As anyone who has followed this video series knows, climate change, population growth, and high energy prices mean that many experts worry farmers will struggle to produce enough food for us all over the next generation.  But there are other ways of looking at the problem.

For instance, huge amounts of data show that the modern food system is extremely wasteful.  Inefficient irrigation means that we squander vast amounts of precious water[1], while many farmers apply more fertilizer than plants can use[2]. These excess nutrients runoff fields and pollute rivers and lakes[3]. What’s worse, Westerners waste about between 30 and 50% of the food that we buy.[4]

Surely if we simply cleaned up our act, we wouldn’t worry so much about the future of our food system, right?

Economists give us a way to think about this problem by talking about “negative externalities”.  Negative externalities[5] are costs of producing food that the market doesn’t account for. For instance, if a farmer doesn’t pay for the water he or she uses, then the value of the water would be “external” to the price consumers pays for the food and hence there would be no incentive for the farmer to conserve this resource.

Similarly, if a farmer pollutes a river,[6] and the price of the food from that farm doesn’t include the price of cleaning up the river, then the cost of pollution is another negative externality.

These hidden costs mean farmers who waste resources or pollute the environment actually do better economically than farmers who steward their land. For instance, if farmers don’t pay for the water they use, then a farmer who uses inefficient irrigation may be able to offer consumers cheaper food than a farmer who spends her or his money investing in more efficient watering systems.

In the 1990s, a group of scientists calculated that externalities like polluted water, damaged habitat, soil erosion and food poisoning imposed £2,343 million of costs on UK society alone in 1996[7]. The British Royal Family was not amused: Prince Charles regularly talks about the future of farming where he argues that “…we need to include in the bottom line the true costs of food production – the true financial costs and the true costs to the Earth”[8].

Many argue that because of negative externalities, policies are needed to ensure that farmers, processors, retailers, and consumers pay the full cost of producing our food.  There are a number of ways of doing this. One way is to pass laws that make farmers pay for the things they use from the environment.  Mostly, this has been tried in irrigated farming systems where countries have experimented with charging farmers more for the water they draw from aquifers or wells. Where these programs have been tried, they generally are quite successful in encouraging conservation.[9]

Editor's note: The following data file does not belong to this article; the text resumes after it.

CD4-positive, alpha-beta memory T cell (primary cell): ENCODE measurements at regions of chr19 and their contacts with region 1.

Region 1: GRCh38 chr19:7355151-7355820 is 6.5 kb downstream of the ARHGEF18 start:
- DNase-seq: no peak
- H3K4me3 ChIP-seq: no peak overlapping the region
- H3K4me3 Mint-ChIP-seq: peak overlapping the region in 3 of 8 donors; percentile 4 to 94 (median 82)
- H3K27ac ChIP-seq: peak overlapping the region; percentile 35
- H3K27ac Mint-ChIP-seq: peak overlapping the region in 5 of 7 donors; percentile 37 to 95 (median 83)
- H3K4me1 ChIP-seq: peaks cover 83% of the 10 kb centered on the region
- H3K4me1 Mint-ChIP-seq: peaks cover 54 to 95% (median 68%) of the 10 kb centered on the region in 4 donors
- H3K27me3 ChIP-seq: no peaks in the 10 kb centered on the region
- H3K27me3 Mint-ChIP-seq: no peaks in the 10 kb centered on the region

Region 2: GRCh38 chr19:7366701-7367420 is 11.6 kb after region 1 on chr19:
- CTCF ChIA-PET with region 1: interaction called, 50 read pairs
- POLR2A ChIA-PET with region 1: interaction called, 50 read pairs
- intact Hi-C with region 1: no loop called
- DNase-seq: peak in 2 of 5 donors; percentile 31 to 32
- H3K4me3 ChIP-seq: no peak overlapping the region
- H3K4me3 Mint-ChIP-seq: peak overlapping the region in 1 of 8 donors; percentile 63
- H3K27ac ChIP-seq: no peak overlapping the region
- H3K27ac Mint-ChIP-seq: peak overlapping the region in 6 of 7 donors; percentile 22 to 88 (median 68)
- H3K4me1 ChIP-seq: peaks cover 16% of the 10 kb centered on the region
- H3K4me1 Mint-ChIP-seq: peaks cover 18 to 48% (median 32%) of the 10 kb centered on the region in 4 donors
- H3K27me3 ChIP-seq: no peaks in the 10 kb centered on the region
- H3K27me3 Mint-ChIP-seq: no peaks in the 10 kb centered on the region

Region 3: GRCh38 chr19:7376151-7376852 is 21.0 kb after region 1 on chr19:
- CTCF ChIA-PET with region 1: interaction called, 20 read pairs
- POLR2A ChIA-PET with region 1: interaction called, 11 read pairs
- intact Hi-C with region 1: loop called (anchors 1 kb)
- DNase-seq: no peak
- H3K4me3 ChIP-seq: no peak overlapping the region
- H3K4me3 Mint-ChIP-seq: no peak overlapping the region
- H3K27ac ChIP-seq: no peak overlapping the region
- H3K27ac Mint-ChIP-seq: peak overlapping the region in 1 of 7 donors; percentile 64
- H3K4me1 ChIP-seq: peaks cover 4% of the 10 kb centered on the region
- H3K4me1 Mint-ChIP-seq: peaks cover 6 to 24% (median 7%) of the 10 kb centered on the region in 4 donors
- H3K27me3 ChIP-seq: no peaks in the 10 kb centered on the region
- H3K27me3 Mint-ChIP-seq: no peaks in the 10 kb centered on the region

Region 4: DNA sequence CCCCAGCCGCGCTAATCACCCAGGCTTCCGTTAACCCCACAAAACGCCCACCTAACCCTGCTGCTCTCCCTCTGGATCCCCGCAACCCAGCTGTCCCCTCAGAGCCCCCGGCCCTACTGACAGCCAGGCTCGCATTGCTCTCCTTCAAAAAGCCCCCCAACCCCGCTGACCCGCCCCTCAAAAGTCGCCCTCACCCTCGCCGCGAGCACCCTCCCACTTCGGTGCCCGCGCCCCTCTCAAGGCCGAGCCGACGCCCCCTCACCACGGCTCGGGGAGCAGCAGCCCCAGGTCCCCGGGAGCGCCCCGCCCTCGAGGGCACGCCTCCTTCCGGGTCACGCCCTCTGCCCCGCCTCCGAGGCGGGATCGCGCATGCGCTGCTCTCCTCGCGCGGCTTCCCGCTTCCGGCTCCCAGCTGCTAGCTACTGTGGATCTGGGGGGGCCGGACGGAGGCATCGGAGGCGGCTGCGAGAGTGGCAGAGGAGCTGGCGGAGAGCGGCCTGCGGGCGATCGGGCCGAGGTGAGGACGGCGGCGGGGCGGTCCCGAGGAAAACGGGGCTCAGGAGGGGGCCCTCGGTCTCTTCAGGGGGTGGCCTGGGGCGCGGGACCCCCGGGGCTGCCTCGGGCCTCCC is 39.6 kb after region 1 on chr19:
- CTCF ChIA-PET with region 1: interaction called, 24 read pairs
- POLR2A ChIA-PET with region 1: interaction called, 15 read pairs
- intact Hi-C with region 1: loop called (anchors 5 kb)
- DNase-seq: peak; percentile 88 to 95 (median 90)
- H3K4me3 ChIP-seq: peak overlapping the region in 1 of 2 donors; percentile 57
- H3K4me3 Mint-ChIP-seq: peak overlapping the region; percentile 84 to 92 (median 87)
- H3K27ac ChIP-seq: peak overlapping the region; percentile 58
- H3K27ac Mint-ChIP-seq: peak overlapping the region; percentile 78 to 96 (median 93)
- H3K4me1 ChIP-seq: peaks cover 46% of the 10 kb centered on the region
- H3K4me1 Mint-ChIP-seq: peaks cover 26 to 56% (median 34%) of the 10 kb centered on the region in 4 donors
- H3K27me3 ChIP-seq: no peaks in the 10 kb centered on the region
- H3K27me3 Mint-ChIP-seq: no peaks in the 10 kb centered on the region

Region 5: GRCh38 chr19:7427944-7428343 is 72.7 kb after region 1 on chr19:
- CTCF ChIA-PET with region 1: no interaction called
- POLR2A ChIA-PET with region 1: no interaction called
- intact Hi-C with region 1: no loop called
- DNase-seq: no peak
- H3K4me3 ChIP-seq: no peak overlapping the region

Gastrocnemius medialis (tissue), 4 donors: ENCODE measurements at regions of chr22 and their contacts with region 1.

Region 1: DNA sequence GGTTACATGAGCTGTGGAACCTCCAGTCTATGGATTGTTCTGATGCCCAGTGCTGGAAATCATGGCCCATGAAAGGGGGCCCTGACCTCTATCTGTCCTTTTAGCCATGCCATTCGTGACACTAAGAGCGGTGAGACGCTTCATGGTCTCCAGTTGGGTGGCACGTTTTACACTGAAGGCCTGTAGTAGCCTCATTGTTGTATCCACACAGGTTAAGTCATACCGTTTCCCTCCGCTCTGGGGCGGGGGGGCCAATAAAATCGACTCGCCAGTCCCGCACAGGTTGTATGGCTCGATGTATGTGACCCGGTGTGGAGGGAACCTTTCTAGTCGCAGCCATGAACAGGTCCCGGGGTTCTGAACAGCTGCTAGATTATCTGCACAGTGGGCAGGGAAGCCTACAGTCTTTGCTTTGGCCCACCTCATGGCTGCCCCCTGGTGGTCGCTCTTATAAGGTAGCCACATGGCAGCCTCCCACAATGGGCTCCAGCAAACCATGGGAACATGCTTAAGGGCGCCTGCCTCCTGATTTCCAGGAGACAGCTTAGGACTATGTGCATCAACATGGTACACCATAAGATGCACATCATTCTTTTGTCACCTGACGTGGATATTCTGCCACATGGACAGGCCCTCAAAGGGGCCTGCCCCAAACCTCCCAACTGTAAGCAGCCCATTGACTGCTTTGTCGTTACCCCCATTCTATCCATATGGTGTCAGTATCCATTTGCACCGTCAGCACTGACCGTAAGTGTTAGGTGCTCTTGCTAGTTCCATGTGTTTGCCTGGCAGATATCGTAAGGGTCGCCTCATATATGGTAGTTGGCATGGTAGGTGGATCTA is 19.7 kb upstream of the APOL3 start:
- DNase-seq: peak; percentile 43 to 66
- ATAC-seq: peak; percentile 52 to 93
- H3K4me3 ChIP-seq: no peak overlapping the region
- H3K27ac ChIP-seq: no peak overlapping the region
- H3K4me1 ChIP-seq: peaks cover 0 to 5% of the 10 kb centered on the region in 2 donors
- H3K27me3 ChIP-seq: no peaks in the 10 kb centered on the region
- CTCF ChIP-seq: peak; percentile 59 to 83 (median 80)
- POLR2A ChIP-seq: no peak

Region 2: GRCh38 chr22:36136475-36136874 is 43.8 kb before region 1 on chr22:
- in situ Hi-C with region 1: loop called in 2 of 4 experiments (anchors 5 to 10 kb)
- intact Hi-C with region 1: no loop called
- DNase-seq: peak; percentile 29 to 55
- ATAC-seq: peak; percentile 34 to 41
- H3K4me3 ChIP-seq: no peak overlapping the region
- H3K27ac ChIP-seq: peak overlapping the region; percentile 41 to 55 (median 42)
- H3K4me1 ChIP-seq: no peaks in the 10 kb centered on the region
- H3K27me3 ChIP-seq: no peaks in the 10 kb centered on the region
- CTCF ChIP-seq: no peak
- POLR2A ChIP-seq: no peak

Another way is by paying farmers for “ecosystem services”, which is a fancy way of saying “the things that the environment gives us.”  For instance, the European Union has policies that pay farmers for maintaining wildlife habitat and biodiversity[10].  This is useful because it creates an incentive for farmers to tolerate wildlife that might otherwise simply be seen as a pest because they disturb crops.

A third approach is to tax pollution or waste.  This may be a particularly useful strategy in terms of getting consumers in the West who throw out a huge amount of the food to become more efficient.[11]  [12]If policies are enacted that make us bear the full price of our food, then it stands to reason that food prices will go up. And if food prices rise it also stands to reason we will throw less out, making the whole global food system more efficient.

But while such approaches may sound ideal, there might be unintended negative consequences.  In particular, policies that force consumers to bear the full cost their food might also cause a rise in food insecurity and malnutrition for those consumers who could not afford to pay more for their food. So while it is vitally important for policy makers to develop strategies to correct negative externalities, such strategies must go hand in hand with other policies to protect the poor from the negative effects of price rises.